Libby Makinson

Libby Makinson, who is studying at The University of Newcastle upon Tyne, UK (BA2 Part1), entered the Architects for Health’s First Student Health Design Award (2007) with the following submission. For contact please email:

Health2 Charlotte Square Health Centre, Newcastle Upon Tyne

A Health Centre for residents in the city centre conservation area of Grainger Town. Situated in a steeply dual sloped Georgian square, the site challenged accessibility issues and space planning.

The city centre location gave the project its social agenda, its concept derived to create much needed public space to both the front and rear of the centre.

The simple three-storey block completes the square, and provides public open space to the rear, that enjoys the best of both morning and evening sunshine. As one approaches from Charlotte Square, the linear block appears to be two storeys high, and if one ventures to the rear of the site the same can be said: the slope of the site hides the centre’s true scale.

The accommodation is organised with public and community facilities (the pharmacy, cafe, community health room and health visitor) on the ground floor with direct access from Charlotte Square.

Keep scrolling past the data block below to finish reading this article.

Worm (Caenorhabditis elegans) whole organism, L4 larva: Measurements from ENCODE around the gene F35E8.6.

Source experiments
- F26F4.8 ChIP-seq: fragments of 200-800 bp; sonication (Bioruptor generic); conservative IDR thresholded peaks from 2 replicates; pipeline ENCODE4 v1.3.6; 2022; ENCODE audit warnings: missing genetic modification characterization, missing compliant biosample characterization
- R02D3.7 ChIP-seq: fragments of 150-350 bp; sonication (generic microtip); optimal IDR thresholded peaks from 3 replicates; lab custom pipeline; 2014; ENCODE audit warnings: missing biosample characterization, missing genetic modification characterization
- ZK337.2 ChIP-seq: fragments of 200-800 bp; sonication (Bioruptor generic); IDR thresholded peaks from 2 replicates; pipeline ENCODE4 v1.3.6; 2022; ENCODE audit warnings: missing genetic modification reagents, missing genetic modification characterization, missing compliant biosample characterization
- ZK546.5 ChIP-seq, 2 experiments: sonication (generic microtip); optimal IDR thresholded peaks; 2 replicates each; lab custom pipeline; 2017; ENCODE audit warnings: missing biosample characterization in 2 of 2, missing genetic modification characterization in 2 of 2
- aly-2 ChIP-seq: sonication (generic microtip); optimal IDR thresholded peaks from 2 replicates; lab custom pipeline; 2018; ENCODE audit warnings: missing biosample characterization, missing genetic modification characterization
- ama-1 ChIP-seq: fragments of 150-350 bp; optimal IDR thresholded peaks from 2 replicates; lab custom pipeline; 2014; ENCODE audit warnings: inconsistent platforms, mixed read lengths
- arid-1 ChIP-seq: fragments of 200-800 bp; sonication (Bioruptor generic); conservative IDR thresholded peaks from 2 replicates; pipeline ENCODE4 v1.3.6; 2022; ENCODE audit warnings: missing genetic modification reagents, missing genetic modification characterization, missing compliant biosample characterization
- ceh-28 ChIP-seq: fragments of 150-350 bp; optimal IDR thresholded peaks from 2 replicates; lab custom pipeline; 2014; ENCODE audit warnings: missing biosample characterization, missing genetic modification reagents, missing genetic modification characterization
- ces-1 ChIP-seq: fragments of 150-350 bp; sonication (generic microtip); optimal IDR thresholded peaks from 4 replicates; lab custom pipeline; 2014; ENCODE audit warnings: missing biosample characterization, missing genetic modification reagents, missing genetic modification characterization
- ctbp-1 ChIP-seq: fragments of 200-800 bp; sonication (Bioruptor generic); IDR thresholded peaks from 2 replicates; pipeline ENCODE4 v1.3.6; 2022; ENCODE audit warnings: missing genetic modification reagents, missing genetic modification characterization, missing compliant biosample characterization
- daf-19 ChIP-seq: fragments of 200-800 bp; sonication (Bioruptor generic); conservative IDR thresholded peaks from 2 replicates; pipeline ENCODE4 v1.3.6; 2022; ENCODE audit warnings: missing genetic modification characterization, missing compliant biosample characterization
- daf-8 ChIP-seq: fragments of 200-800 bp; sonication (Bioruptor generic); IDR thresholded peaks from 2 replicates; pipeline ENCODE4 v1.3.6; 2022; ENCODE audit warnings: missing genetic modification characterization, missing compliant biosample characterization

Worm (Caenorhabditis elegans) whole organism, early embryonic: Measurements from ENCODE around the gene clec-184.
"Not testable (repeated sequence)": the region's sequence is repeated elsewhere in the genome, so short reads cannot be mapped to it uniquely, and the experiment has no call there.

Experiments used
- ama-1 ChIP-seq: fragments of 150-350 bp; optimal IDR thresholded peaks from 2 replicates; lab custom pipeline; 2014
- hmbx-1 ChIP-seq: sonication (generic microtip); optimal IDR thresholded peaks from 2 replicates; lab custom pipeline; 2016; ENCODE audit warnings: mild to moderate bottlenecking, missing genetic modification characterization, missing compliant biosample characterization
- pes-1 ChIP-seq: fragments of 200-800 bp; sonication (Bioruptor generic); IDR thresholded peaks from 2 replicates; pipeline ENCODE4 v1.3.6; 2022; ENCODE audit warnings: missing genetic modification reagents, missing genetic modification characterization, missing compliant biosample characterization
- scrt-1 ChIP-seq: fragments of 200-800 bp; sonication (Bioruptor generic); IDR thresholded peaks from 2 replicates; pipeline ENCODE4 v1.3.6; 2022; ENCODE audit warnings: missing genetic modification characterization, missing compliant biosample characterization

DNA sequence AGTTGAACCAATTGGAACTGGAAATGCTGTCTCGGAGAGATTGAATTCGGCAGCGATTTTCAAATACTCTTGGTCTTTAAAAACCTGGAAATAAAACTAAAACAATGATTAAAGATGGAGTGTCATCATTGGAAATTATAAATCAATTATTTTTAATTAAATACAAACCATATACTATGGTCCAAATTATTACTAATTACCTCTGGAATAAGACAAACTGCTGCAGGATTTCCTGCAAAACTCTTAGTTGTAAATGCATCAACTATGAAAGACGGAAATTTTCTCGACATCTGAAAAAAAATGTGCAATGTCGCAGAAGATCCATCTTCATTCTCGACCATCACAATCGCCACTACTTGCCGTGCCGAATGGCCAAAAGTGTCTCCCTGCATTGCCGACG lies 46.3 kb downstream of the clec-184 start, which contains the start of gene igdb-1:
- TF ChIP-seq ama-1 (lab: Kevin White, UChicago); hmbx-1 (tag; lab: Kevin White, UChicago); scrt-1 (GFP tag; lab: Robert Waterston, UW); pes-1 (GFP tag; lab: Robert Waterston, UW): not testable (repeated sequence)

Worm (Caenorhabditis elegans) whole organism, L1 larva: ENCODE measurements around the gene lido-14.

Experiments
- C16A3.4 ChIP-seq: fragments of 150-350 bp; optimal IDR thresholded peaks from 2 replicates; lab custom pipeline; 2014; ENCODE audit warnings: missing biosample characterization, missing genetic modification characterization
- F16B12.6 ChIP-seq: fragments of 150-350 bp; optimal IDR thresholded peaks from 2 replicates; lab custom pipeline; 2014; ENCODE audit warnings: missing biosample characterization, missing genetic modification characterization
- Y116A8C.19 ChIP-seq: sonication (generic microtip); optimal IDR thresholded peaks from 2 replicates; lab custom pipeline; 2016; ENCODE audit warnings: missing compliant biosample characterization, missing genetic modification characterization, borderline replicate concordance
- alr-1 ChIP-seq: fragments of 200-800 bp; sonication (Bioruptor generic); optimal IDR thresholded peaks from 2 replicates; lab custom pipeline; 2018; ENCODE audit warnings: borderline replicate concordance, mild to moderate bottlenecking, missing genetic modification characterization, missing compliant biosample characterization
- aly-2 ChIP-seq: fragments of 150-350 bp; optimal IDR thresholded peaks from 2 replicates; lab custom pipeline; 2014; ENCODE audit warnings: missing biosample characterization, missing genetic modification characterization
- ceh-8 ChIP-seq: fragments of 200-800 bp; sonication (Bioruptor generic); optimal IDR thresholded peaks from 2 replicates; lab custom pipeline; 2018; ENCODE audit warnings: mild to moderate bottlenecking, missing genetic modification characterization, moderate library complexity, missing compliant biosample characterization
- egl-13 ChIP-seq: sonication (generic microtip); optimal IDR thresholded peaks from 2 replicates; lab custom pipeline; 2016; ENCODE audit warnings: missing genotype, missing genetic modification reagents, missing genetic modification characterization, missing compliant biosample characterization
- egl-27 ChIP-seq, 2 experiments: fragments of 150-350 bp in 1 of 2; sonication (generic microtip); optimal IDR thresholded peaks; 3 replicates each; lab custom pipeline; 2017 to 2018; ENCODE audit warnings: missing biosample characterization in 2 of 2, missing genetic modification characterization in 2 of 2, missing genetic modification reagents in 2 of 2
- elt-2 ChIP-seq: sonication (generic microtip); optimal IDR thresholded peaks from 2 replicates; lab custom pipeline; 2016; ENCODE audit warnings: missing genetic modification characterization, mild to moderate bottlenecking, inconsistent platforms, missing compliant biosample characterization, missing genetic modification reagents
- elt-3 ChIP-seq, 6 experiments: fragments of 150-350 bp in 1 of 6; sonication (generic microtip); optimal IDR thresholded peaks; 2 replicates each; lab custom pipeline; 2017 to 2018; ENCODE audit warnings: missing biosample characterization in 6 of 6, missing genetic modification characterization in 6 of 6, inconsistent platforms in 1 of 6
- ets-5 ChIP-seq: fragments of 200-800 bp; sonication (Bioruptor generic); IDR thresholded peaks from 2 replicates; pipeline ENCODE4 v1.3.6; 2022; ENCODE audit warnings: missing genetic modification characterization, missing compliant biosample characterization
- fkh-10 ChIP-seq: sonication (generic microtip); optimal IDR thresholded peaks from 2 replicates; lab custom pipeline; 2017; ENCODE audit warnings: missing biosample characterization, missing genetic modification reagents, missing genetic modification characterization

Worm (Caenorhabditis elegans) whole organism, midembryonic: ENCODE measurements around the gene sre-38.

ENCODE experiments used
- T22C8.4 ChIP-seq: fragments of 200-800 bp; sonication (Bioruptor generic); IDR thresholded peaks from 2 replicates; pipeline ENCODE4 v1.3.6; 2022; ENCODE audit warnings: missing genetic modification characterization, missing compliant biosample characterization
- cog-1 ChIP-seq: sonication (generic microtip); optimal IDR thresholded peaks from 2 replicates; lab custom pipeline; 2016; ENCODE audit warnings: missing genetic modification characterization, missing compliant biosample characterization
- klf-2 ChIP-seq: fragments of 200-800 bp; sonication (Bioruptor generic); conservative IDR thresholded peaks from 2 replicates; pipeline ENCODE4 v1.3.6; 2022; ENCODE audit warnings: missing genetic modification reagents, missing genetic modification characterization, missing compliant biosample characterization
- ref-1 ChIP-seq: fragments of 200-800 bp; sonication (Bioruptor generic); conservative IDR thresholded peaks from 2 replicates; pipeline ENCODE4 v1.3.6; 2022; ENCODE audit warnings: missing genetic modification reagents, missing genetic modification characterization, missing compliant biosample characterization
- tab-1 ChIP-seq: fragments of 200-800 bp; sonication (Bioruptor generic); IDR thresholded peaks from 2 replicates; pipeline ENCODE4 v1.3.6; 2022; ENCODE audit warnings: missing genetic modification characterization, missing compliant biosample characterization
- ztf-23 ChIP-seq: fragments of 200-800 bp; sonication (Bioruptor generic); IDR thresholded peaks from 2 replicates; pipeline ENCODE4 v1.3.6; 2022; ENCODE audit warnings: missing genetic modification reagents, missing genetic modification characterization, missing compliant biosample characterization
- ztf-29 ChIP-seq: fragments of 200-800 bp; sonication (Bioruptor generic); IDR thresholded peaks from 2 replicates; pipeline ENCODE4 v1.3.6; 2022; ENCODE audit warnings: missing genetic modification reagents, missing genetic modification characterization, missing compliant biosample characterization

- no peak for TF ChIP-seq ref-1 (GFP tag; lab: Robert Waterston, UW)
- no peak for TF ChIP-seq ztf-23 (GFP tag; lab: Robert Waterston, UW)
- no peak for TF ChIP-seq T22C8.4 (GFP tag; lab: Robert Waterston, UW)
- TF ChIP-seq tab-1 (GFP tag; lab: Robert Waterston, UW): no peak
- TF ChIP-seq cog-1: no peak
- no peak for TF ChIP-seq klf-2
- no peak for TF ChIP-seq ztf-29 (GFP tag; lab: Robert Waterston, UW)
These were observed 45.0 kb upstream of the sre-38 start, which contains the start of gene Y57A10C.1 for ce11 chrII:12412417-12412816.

The consulting rooms and reception are all on the first floor (with direct access from the rear public square and car park), and staff areas are located on the second floor complete with their own south-facing terrace.

The apparently random window positions are derived from standing and sitting eye heights for both able-bodied users and those using wheelchairs and by the specific activities in each room. The horizontal and vertical timber cladding adds rhythm and acts in contrast to the predominantly brick elevations adjacent. The use of bricks with their frogs facing outwards is a symbol of the square’s past and also helps communicate the use of a grid BECO structure onto the facade.

With its simple planning and community facilities the centre aims to relocalise health provision and act as a positive catalyst for further regeneration of the area.

The Architects for Health
First Student Health Design Award
was sponsored by


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